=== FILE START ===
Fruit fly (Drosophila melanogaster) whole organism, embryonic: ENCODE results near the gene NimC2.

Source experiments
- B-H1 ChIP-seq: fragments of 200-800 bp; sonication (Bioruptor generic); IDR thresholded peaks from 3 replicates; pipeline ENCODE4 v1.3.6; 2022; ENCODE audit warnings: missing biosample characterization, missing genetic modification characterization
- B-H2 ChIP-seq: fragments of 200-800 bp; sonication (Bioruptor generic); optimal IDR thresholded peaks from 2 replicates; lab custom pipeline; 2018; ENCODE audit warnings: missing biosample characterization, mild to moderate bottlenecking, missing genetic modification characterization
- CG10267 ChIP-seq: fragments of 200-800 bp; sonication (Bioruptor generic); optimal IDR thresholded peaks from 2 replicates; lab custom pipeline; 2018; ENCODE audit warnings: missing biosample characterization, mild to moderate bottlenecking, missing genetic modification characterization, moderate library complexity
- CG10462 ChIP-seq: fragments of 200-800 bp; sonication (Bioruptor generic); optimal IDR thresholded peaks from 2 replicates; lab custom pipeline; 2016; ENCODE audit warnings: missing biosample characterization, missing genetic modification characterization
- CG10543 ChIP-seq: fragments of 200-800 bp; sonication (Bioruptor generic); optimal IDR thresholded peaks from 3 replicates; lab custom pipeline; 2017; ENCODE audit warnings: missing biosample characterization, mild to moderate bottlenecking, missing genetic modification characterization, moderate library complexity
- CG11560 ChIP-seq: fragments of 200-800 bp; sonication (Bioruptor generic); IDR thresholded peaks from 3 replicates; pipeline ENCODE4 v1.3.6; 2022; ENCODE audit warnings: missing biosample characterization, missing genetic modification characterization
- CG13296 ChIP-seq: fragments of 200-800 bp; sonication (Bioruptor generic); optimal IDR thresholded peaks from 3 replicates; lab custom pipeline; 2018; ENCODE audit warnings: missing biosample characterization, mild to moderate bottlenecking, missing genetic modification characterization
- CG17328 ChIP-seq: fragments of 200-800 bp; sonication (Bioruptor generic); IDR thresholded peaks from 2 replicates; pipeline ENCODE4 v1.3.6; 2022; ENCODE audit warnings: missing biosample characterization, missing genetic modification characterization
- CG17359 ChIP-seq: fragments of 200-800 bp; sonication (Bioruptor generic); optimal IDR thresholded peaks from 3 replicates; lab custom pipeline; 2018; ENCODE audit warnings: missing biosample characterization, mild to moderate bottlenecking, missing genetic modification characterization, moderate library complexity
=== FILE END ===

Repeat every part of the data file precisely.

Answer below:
Fruit fly (Drosophila melanogaster) whole organism, embryonic: ENCODE results near the gene NimC2.

Source experiments
- B-H1 ChIP-seq: fragments of 200-800 bp; sonication (Bioruptor generic); IDR thresholded peaks from 3 replicates; pipeline ENCODE4 v1.3.6; 2022; ENCODE audit warnings: missing biosample characterization, missing genetic modification characterization
- B-H2 ChIP-seq: fragments of 200-800 bp; sonication (Bioruptor generic); optimal IDR thresholded peaks from 2 replicates; lab custom pipeline; 2018; ENCODE audit warnings: missing biosample characterization, mild to moderate bottlenecking, missing genetic modification characterization
- CG10267 ChIP-seq: fragments of 200-800 bp; sonication (Bioruptor generic); optimal IDR thresholded peaks from 2 replicates; lab custom pipeline; 2018; ENCODE audit warnings: missing biosample characterization, mild to moderate bottlenecking, missing genetic modification characterization, moderate library complexity
- CG10462 ChIP-seq: fragments of 200-800 bp; sonication (Bioruptor generic); optimal IDR thresholded peaks from 2 replicates; lab custom pipeline; 2016; ENCODE audit warnings: missing biosample characterization, missing genetic modification characterization
- CG10543 ChIP-seq: fragments of 200-800 bp; sonication (Bioruptor generic); optimal IDR thresholded peaks from 3 replicates; lab custom pipeline; 2017; ENCODE audit warnings: missing biosample characterization, mild to moderate bottlenecking, missing genetic modification characterization, moderate library complexity
- CG11560 ChIP-seq: fragments of 200-800 bp; sonication (Bioruptor generic); IDR thresholded peaks from 3 replicates; pipeline ENCODE4 v1.3.6; 2022; ENCODE audit warnings: missing biosample characterization, missing genetic modification characterization
- CG13296 ChIP-seq: fragments of 200-800 bp; sonication (Bioruptor generic); optimal IDR thresholded peaks from 3 replicates; lab custom pipeline; 2018; ENCODE audit warnings: missing biosample characterization, mild to moderate bottlenecking, missing genetic modification characterization
- CG17328 ChIP-seq: fragments of 200-800 bp; sonication (Bioruptor generic); IDR thresholded peaks from 2 replicates; pipeline ENCODE4 v1.3.6; 2022; ENCODE audit warnings: missing biosample characterization, missing genetic modification characterization
- CG17359 ChIP-seq: fragments of 200-800 bp; sonication (Bioruptor generic); optimal IDR thresholded peaks from 3 replicates; lab custom pipeline; 2018; ENCODE audit warnings: missing biosample characterization, mild to moderate bottlenecking, missing genetic modification characterization, moderate library complexity